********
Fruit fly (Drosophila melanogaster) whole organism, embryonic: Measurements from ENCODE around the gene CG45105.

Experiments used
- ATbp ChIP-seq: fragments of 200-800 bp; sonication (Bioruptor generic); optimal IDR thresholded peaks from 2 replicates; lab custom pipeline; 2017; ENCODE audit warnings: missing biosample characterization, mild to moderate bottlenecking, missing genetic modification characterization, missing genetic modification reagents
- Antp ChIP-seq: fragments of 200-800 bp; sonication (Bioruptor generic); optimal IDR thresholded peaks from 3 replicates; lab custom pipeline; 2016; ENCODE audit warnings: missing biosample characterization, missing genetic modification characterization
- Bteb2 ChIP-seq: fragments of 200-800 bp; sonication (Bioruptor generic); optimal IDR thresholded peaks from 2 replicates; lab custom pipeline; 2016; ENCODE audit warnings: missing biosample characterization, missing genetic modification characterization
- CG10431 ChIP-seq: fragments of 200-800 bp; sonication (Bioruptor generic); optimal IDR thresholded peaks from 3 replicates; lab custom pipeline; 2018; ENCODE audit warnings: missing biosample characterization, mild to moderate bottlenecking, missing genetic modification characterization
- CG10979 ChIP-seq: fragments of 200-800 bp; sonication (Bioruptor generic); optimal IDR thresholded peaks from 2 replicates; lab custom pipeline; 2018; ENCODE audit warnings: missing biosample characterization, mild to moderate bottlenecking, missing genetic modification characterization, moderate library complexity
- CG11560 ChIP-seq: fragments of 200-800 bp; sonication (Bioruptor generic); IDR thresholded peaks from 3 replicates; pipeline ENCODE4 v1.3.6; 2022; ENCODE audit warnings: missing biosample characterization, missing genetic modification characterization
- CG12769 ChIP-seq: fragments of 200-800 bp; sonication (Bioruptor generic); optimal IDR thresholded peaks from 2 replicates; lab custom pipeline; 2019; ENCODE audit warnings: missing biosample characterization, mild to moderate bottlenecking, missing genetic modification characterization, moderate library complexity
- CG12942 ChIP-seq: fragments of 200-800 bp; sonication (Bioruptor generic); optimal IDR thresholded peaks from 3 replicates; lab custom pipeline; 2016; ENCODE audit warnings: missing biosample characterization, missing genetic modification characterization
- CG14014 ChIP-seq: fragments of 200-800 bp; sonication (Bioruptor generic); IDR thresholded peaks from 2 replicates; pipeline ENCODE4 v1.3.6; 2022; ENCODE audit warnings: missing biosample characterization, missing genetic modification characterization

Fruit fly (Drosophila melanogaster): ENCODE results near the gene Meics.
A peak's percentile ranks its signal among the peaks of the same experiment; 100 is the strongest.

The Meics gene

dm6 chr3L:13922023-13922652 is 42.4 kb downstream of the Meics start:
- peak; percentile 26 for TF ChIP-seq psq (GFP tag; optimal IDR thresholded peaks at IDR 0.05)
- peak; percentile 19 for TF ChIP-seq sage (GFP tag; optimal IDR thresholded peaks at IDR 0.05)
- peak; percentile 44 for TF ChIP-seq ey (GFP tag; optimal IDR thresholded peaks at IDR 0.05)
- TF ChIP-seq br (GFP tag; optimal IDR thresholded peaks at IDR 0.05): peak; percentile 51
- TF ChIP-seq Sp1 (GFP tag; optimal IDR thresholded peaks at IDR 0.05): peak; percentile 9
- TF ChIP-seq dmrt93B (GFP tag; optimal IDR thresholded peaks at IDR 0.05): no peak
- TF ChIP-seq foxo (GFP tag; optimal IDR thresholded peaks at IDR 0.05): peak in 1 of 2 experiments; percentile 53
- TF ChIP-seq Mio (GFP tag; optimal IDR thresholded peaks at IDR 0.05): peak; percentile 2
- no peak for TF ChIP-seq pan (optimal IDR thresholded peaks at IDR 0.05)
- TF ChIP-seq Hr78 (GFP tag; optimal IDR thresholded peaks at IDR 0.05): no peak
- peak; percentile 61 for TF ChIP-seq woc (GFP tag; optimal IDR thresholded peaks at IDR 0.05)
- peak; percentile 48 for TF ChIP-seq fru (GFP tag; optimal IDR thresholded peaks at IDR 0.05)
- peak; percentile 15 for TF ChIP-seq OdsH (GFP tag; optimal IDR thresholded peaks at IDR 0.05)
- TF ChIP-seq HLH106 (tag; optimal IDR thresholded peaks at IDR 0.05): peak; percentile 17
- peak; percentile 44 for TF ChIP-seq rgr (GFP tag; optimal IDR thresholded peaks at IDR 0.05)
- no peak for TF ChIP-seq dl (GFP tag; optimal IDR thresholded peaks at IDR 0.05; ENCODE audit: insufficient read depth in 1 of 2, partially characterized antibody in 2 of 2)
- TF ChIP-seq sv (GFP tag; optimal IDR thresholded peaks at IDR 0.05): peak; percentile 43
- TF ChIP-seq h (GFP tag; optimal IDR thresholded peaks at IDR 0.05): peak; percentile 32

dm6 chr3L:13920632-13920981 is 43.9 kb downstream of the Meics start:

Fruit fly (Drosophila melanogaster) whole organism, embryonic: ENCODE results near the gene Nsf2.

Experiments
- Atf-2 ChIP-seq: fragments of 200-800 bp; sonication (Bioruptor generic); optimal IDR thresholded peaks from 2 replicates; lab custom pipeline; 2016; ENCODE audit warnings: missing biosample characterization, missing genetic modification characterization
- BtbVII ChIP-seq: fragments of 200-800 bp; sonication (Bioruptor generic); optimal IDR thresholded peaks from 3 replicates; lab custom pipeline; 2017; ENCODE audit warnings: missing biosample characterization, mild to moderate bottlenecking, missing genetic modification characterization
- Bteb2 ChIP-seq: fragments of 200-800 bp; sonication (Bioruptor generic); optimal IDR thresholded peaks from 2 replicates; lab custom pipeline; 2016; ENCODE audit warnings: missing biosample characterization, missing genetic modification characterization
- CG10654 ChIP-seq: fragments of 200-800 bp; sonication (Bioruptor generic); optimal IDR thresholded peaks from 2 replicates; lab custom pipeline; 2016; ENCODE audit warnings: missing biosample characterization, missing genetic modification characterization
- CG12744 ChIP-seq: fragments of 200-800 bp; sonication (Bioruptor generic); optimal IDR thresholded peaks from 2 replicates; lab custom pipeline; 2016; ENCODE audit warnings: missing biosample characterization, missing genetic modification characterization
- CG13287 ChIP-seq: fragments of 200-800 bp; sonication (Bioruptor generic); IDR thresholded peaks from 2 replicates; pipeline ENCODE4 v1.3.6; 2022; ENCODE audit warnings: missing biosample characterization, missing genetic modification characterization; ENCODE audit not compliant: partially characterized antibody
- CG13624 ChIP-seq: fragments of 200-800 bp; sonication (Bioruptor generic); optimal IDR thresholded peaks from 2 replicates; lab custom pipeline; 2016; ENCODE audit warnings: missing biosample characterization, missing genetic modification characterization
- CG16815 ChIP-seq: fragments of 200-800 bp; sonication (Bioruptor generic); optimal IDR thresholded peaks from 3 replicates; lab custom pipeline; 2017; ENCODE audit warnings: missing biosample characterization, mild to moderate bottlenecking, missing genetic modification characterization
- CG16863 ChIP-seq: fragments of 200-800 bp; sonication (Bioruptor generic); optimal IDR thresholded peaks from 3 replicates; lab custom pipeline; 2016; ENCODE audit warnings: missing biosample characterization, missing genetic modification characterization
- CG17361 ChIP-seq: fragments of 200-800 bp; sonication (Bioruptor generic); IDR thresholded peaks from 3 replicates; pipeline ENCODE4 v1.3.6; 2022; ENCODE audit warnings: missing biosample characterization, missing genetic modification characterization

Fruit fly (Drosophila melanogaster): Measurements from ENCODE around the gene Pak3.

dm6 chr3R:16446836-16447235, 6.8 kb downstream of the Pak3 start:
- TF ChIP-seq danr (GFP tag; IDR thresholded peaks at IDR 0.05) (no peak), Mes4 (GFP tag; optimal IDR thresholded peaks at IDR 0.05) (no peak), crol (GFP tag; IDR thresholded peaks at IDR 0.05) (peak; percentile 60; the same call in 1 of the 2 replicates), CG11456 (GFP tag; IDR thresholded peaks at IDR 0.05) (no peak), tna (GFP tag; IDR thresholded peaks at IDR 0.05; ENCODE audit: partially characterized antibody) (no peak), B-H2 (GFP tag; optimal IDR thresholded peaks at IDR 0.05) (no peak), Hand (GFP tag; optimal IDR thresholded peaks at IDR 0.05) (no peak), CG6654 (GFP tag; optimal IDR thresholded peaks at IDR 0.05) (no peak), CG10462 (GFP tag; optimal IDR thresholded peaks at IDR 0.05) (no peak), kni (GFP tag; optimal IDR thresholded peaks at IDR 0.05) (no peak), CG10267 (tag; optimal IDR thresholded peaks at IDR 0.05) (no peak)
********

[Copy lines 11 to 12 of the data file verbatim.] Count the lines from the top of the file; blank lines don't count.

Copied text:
- CG14014 ChIP-seq: fragments of 200-800 bp; sonication (Bioruptor generic); IDR thresholded peaks from 2 replicates; pipeline ENCODE4 v1.3.6; 2022; ENCODE audit warnings: missing biosample characterization, missing genetic modification characterization

Fruit fly (Drosophila melanogaster): ENCODE results near the gene Meics.